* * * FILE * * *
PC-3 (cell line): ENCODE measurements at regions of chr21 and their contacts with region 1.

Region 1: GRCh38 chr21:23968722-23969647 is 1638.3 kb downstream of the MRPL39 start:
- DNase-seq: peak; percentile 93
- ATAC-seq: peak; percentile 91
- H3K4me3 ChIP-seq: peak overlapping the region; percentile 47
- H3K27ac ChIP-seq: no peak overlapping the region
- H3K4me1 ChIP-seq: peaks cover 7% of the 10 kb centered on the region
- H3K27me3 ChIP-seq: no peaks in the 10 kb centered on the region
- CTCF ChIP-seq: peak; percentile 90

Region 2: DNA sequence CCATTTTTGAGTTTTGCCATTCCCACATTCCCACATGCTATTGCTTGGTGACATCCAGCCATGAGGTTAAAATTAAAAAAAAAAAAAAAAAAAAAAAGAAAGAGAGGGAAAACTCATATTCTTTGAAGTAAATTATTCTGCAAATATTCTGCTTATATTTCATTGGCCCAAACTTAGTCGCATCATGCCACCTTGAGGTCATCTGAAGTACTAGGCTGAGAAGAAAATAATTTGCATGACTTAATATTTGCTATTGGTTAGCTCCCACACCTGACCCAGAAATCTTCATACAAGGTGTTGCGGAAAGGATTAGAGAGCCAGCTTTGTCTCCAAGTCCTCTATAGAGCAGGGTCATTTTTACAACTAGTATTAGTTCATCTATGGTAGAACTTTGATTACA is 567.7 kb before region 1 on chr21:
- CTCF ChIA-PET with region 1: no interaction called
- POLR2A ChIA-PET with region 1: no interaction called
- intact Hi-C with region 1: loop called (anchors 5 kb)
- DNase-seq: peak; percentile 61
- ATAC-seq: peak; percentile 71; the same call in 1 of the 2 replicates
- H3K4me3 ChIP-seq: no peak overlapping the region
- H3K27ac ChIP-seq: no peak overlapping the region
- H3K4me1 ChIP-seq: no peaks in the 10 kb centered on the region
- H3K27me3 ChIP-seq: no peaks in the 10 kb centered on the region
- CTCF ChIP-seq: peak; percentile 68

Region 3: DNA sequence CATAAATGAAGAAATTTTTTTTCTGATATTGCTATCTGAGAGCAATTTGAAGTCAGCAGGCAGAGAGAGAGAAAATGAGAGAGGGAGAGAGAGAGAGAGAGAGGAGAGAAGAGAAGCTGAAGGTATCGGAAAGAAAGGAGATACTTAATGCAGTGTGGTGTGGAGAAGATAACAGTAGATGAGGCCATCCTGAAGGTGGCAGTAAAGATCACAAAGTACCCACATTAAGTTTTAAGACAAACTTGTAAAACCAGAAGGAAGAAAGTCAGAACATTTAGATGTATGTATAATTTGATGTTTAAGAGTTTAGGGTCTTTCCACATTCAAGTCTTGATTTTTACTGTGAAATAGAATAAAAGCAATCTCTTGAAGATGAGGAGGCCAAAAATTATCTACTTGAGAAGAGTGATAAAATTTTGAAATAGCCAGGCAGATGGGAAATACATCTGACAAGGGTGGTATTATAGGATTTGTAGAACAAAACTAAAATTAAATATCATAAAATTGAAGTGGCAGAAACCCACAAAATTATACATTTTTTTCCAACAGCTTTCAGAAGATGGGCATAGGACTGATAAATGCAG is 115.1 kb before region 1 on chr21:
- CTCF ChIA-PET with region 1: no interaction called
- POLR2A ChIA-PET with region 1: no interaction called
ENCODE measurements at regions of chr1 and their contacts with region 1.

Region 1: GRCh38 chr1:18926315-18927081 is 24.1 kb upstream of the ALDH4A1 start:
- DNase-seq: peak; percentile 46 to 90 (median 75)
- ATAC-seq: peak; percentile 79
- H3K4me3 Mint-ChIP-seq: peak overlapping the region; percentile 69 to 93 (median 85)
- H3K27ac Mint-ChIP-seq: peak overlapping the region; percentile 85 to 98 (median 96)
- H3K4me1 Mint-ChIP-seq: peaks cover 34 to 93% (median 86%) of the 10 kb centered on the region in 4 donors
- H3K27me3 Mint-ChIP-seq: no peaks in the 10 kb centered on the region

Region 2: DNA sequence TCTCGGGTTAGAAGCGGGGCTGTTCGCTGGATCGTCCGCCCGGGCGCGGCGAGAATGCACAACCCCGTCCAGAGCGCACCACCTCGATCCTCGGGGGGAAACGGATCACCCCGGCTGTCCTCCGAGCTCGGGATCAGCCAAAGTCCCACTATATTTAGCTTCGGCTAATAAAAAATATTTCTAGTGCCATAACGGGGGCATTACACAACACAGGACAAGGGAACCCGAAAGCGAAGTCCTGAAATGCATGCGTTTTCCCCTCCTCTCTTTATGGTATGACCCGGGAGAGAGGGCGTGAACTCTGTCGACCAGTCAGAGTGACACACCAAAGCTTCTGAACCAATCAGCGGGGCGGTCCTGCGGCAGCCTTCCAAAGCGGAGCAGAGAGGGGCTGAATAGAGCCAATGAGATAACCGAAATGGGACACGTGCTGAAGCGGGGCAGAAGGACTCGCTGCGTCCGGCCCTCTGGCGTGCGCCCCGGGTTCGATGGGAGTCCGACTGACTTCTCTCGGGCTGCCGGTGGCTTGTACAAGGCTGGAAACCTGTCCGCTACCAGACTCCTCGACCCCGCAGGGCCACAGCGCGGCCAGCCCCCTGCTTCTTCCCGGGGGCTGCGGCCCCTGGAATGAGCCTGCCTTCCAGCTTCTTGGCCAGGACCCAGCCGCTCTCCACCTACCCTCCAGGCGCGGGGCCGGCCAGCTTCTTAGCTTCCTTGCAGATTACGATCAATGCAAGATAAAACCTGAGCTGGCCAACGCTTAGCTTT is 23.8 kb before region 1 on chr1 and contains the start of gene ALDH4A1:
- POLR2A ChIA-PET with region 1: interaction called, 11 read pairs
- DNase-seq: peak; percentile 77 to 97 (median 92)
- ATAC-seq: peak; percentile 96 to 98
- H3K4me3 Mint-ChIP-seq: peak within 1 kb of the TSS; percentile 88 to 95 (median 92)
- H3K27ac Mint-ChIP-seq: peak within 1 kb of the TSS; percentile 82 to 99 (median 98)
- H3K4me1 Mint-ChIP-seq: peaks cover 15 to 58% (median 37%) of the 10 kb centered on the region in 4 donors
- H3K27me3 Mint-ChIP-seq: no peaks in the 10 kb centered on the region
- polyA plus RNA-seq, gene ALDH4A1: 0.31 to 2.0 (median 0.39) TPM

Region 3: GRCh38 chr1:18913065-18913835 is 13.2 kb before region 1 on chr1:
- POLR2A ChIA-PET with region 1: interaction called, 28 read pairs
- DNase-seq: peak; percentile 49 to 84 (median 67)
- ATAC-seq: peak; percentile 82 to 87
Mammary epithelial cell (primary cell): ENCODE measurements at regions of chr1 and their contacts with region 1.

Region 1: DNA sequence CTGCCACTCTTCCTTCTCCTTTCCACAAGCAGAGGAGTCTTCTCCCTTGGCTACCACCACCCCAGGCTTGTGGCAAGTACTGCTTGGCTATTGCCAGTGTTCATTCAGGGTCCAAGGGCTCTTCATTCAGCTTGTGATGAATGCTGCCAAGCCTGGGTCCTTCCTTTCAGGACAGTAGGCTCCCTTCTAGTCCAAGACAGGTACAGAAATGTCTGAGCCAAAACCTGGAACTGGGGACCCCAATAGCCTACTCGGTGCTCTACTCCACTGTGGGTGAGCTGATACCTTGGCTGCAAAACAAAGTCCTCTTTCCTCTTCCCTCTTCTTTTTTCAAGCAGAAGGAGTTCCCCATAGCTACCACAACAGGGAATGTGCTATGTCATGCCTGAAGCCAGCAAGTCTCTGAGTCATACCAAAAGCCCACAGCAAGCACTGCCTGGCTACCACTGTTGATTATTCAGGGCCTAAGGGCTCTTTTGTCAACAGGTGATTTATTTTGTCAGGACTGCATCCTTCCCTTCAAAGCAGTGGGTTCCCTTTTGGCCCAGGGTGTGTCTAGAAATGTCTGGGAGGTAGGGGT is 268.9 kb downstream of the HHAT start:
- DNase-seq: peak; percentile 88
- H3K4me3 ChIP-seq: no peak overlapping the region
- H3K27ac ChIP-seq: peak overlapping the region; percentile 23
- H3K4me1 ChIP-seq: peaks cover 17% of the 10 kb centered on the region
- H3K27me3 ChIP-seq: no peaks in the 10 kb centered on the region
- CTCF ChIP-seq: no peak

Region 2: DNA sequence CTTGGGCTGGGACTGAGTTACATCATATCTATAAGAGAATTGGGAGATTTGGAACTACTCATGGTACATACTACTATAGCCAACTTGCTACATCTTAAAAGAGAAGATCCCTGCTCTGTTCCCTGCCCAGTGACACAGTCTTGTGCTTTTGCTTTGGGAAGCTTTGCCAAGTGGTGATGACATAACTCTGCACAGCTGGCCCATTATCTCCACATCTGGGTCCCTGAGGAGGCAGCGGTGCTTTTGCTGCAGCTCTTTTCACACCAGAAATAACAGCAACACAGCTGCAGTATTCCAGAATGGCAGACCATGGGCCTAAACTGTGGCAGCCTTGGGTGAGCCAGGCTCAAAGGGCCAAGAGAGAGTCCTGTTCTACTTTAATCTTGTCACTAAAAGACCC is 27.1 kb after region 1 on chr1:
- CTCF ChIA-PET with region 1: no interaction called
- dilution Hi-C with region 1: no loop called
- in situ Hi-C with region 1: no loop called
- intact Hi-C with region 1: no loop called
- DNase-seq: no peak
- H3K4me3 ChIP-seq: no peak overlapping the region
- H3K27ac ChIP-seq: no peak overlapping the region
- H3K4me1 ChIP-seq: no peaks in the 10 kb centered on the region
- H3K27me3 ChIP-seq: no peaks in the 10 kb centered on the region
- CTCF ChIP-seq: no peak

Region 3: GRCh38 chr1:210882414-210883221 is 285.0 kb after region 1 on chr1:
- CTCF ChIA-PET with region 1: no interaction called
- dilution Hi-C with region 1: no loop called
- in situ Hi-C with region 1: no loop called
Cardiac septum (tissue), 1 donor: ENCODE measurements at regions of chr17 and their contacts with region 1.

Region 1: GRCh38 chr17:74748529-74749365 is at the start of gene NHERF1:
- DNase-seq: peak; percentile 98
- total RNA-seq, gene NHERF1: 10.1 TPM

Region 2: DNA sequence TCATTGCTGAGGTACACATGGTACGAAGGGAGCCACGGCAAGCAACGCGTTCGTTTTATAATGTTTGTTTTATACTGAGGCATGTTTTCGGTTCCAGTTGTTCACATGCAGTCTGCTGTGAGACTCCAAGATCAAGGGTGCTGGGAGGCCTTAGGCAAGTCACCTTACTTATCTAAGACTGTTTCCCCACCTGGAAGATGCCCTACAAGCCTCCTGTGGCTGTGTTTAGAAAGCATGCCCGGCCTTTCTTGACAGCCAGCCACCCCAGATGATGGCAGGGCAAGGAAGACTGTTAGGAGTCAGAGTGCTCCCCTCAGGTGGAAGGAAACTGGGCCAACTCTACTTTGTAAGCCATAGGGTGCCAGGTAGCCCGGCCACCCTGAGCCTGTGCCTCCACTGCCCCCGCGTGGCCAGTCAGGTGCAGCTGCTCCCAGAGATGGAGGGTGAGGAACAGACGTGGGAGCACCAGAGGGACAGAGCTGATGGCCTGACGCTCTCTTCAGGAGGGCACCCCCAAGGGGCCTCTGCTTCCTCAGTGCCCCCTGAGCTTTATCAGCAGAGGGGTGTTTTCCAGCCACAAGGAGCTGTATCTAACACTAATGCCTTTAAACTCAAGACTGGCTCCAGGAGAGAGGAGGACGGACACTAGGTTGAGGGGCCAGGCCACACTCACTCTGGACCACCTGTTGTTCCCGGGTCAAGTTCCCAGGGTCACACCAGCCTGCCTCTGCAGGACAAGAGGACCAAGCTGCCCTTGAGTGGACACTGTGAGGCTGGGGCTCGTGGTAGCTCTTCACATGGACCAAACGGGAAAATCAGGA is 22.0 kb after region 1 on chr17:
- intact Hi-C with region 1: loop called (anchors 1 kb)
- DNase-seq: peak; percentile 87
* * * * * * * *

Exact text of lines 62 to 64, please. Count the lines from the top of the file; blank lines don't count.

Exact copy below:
- H3K27me3 ChIP-seq: no peaks in the 10 kb centered on the region
- CTCF ChIP-seq: no peak

Region 3: GRCh38 chr1:210882414-210883221 is 285.0 kb after region 1 on chr1: